Cheat Sheet

Austin Butler Morphs Into The King In The First Trailer For Baz Luhrmann’s Elvis

Here’s everything you need to know about Baz Luhrmann’s long-awaited musical biopic.
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The headlines:

Who’s in the cast of Elvis?

Austin Butler will lead the razzle-dazzle Baz Luhrmann spectacular, while Tom Hanks will play The King’s manager, Colonel Tom Parker, and Australian newcomer Olivia DeJonge will appear as Priscilla.

When is the release date for Elvis?

The Elvis Presley biopic will finally premiere on 24 June 2022.

What’s the plot of Elvis?

Baz Luhrmann’s take on the rock ’n’ roll legend’s story will follow the “Hound Dog” musician from his boyhood in Tupelo through to his death at the age of 42.

Where can I watch Elvis?

Elvis will be released in cinemas across the UK.

Is there a trailer for Elvis?

A first trailer for Elvis dropped on 17 February, offering a first proper glimpse of Butler in character as Elvis, as well as Hanks as the formidable Colonel. Also of note: the surreal aesthetic, which calls to mind Luhrmann’s Moulin Rouge.

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The details:

Butler beat out some truly starry names to play the King of Rock ’n’ Roll

If you recognise Butler, it’s most likely from Quentin Tarantino’s Once Upon a Time in… Hollywood, where he had a bit part as the Manson family’s Tex Watson, making his casting in Luhrmann’s much-hyped biopic even more notable. According to reports, Ansel Elgort, Miles Teller, and Harry Styles (potentially the greatest actor of our times), all gyrated their hips in auditions for the role before the Oscar-winning director settled on Butler.

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Elvis’s relationship with his long-time manager Colonel Tom Parker will take precedence over his marriage

As mentioned above, Hanks will appear as Elvis’s manager, a former carnival worker who launched the King’s career in the mid-’50s by negotiating a contract for him at RCA – ultimately staying with Elvis until his death in 1977. From the release of Elvis’s first hit single “Heartbreak Hotel” onward, Parker had a vice-like grip over the musician – taking a significant cut of his royalties and influencing every one of his professional decisions (including his much-derided post-war transition to Hollywood), as well as his personal ones (not least his marriage to Priscilla, which Parker realised would drum up publicity).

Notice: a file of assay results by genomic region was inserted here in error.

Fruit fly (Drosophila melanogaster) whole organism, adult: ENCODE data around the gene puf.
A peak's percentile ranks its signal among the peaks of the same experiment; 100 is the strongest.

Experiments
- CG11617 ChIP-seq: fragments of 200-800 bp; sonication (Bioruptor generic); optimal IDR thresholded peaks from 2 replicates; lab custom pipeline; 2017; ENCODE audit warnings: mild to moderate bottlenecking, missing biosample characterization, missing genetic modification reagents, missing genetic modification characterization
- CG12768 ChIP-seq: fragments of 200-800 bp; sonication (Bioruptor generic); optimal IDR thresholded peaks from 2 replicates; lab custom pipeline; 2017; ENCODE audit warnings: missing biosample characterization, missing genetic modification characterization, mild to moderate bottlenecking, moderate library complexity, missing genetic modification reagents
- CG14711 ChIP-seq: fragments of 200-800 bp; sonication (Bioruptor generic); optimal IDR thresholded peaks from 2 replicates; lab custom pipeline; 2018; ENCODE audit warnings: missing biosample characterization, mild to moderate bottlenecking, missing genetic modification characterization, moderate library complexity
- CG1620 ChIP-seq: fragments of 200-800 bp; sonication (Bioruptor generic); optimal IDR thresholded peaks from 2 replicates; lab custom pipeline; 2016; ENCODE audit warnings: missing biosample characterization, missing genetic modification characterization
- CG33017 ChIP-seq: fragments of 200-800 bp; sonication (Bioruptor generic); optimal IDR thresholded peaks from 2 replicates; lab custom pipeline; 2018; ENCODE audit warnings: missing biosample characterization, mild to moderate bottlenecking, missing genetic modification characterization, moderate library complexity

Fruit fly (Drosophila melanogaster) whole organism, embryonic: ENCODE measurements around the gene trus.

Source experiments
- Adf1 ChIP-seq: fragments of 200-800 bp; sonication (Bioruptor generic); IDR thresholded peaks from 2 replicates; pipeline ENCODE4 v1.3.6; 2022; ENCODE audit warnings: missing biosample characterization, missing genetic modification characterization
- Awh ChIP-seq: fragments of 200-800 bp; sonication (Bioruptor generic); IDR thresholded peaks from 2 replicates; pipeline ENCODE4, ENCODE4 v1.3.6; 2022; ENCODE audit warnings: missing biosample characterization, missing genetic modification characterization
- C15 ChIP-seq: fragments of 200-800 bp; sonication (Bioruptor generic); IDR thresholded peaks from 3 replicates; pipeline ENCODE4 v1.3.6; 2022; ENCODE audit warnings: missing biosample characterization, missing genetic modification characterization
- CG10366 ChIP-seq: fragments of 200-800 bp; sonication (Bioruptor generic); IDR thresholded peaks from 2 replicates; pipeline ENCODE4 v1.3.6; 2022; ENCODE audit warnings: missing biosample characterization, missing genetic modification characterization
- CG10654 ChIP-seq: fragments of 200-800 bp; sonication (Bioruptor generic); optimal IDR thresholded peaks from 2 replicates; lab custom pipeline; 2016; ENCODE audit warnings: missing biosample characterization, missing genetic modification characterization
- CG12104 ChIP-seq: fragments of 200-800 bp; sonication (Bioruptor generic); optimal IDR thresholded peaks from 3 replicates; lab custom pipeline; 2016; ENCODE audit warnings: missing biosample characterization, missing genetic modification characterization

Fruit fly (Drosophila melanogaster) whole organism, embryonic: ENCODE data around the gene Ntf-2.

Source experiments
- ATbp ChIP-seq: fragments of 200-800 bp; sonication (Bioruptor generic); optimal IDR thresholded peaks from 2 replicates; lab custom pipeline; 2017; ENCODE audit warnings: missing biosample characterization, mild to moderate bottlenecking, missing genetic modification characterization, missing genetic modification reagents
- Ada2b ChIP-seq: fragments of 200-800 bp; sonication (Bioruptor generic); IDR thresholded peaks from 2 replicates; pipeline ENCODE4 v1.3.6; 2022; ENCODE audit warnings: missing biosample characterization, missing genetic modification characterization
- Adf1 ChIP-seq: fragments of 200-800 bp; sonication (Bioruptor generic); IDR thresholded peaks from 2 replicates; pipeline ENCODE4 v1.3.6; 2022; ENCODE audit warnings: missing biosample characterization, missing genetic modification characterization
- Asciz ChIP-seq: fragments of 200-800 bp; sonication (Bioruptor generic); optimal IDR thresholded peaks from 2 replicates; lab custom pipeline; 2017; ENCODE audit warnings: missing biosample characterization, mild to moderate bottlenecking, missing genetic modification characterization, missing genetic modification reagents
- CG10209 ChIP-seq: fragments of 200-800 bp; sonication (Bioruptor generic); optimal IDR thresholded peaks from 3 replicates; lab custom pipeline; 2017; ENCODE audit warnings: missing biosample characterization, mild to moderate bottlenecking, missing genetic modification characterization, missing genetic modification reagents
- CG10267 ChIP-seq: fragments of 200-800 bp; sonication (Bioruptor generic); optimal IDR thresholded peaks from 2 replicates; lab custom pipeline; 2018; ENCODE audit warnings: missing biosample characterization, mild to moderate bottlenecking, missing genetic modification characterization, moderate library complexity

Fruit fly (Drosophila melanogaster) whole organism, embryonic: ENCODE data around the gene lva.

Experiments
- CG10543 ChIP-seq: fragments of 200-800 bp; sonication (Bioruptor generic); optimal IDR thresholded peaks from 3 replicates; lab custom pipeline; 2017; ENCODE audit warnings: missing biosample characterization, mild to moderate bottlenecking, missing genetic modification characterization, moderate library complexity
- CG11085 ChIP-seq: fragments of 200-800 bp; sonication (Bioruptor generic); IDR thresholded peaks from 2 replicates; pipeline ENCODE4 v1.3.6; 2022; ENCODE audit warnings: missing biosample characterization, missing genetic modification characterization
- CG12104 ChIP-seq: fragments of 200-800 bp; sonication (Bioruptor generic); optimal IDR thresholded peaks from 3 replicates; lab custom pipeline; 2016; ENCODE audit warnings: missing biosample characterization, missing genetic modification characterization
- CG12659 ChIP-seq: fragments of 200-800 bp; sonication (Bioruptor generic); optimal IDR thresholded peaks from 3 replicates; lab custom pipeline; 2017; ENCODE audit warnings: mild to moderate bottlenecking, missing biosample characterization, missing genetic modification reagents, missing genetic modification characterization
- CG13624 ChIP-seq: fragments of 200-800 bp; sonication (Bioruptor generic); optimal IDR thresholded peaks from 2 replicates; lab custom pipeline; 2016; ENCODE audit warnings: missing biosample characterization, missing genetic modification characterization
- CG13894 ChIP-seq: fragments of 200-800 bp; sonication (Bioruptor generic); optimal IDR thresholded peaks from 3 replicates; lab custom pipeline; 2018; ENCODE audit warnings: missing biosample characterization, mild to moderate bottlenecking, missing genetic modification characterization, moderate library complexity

The plot will be wide-ranging – and offer a portrait of the spectacular mid-century American music scene

Much like Walk the Line did for Elvis’s contemporary Johnny Cash, Luhrmann’s biopic is expected to trace the King’s life from his childhood in Tupelo, Mississippi, through to his death on his Graceland estate. (Australian actor Chaydon Jay will appear as Elvis as a boy.) Luhrmann will reportedly use the “Shake, Rattle & Roll” singer’s career to trace the “evolving cultural landscape” and the “loss of innocence” in America over the course of his 21 years in the spotlight, with cameos from plenty of other musicians, including B B King (Kelvin Harrison Jr) and Little Richard (Alton Mason).

Despite the distinctly American storyline, filming happened largely in Queensland rather than Graceland

Graceland, Elvis’s Memphis, Tennessee, estate, remains one of the most visited private homes in America more than 50 years after the King’s death. According to reports, Luhrmann fully recreated the Colonial Revival mansion in a Queensland studio, along with the sets for Elvis’s Las Vegas performances in the late ’60s and early ’70s. After years of making terrible Hollywood movies, the King famously turned his career around in a single night at the International Hotel on 31 July 1969, stepping out from behind a gold lamé curtain to perform for a 2,000-strong crowd that included Cary Grant, Sammy Davis Jr, and Paul Anka.

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Oscar-winner Catherine Martin is in charge of the costumes

Martin, who worked with Luhrmann on Moulin Rouge! and The Great Gatsby, will lend her magic touch to the costumes and sets for her husband’s Elvis biopic. Born into poverty, the King used his clothes (and aesthetic generally) to highlight his outrageous success. He famously wore a gold lamé suit – claimed to be worth $10,000 – on the cover of his breakout album, 50,000,000 Elvis Fans Can’t Be Wrong, and once had a limo embellished with crushed diamonds. That’s before mentioning his pioneering love of the Canadian tuxedo, androgynous jumpsuits, Hawaiian prints, and naval-bearing shirts – influencing everyone from Tupac to Harry Styles through the years.